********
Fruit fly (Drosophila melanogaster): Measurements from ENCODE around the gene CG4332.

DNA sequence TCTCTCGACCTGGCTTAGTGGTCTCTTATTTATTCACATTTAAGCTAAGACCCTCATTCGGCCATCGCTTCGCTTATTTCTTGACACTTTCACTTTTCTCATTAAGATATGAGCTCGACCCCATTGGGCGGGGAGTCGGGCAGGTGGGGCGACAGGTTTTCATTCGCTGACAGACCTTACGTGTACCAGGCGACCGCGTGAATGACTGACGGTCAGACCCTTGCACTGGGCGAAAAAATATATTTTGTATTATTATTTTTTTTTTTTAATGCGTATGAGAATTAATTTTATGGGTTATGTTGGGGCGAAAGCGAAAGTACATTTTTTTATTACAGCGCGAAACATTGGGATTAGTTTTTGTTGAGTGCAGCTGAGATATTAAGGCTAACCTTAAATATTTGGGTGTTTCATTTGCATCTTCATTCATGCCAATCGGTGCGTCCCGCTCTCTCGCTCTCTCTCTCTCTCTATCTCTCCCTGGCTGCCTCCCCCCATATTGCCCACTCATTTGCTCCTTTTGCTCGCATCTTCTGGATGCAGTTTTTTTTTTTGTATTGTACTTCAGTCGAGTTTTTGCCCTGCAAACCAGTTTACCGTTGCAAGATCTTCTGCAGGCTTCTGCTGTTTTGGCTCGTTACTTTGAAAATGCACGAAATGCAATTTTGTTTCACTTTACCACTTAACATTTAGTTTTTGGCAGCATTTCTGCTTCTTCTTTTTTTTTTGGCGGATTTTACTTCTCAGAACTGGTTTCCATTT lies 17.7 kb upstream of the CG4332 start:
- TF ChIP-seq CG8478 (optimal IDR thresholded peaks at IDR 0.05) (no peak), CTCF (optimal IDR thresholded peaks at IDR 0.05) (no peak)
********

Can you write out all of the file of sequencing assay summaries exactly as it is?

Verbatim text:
Fruit fly (Drosophila melanogaster): Measurements from ENCODE around the gene CG4332.

DNA sequence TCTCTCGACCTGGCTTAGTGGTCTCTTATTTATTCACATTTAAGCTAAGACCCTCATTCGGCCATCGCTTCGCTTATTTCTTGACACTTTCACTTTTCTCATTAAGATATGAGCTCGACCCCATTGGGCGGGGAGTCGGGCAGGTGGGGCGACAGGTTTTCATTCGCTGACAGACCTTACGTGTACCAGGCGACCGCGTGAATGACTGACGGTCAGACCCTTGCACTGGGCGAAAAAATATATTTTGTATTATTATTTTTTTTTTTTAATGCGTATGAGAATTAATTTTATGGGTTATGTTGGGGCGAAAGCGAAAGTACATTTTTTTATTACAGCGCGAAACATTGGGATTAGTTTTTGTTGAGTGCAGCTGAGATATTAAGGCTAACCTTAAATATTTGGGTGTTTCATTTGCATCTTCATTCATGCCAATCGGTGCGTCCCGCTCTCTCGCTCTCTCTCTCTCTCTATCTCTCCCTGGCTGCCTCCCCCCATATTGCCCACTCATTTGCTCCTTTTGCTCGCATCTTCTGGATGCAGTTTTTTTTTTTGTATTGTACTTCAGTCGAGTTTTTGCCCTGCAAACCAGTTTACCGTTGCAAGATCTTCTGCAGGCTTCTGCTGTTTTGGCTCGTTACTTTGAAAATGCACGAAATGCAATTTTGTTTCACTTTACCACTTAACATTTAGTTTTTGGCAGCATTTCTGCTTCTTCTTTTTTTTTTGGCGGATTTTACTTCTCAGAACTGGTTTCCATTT lies 17.7 kb upstream of the CG4332 start:
- TF ChIP-seq CG8478 (optimal IDR thresholded peaks at IDR 0.05) (no peak), CTCF (optimal IDR thresholded peaks at IDR 0.05) (no peak)